Monitoring & observability services

Natasha Ong
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4 min read

In a nutshell:

With the elastic nature of AWS services, monitoring services monitor your AWS resources to make sure your systems are running as expected.
AWS CloudTrail lets you know exactly who did what, when, and from where. It answers all of your AWS auditing questions, only except explaining why a user performed an action.
Amazon CloudWatch can provide near real-time understanding of how your system is behaving, including being alerted to anything unusual that require your attention. CloudWatch also gives you the ability to look at those metrics over time as you tune your system for maximum performance.
AWS X-Ray is a valuable tool for developers working on complex programs. It helps trace errors in their code and pinpointing where issues might be occurring.

NOTE: Video wise, will come back to this once blog is complete

Monitoring in an AWS account is a bit like having your personal weather forecast for the cloud.

It's the habit of keeping a close eye on your digital resources, services, and apps, making sure they're all running smoothly and securely.

Just as you'd want to know if your picnic might get rained on, businesses monitor their AWS systems to predict, prevent, and fix issues:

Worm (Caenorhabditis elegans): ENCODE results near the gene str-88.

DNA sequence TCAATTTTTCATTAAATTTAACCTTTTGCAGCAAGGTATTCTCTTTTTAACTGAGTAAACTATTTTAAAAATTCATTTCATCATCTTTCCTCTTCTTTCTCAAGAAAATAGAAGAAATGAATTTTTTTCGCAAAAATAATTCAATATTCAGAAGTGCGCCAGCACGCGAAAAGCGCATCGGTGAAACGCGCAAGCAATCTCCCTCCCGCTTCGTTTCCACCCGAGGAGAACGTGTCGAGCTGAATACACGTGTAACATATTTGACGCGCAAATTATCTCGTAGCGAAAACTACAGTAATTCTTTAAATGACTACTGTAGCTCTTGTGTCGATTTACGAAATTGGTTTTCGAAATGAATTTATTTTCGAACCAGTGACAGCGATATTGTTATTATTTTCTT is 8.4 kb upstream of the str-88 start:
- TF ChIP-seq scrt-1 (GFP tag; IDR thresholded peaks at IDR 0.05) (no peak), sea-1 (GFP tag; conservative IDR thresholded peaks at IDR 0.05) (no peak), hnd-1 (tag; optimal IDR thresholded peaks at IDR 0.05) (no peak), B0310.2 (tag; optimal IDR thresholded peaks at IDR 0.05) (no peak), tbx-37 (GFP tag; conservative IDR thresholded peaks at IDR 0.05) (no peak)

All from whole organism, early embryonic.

• You would want to know if an EC2 instance is constantly over-utilised. Maybe it's time to make a Lambda function that can trigger a scaling event to automatically launch EC2 instances.
  • You would want to know if an application starts sending error responses at a high rate, so you can ask an employee to investigate what's happening.

Let's learn AWS's monitoring tools! They will help you measure how your systems are performing, alert you when things aren't right, and even help you debug and troubleshoot issues as they come along.

AWS CloudTrail

Introducing AWS CloudTrail, the comprehensive auditing tool! You can think of CloudTrail as the trail of breadcrumbs that someone leaves behind them when they make actions in AWS.

Remember how API calls = the way we give instructions to set up and control things in AWS?

With CloudTrail, you can view a complete history of user activity and API calls for your applications and resources. This means every request gets logged in CloudTrail, like launching an EC2 instance, adding a row to a DynamoDB table, and changing a user's permissions.

The engine records everything about the API call too:

  • Exactly who made the request
  • When did they send the API call
  • Where were they
  • What was their IP address
  • What was the response? Was the request denied? Did something change? What is the new state?

Key facts

  • Events are usually recorded in CloudTrail within 15 minutes after an API call.
  • You can filter events by specifying the time and date that an API call occurred, the user who requested the action, the type of resource that was involved in the API call, and more.
  • You can also save CloudTrail's logs in secure S3 buckets.

Example scenario

Suppose that the you are browsing through AWS Identity and Access Management (IAM) and find out a new IAM user named Mary was created.

Huh, you don't know who, when, or which method created this new user.

To answer these questions, visit AWS CloudTrail. In the Event History section, you apply a filter so you're only setting the events where new IAM users are created. You start scanning through the results...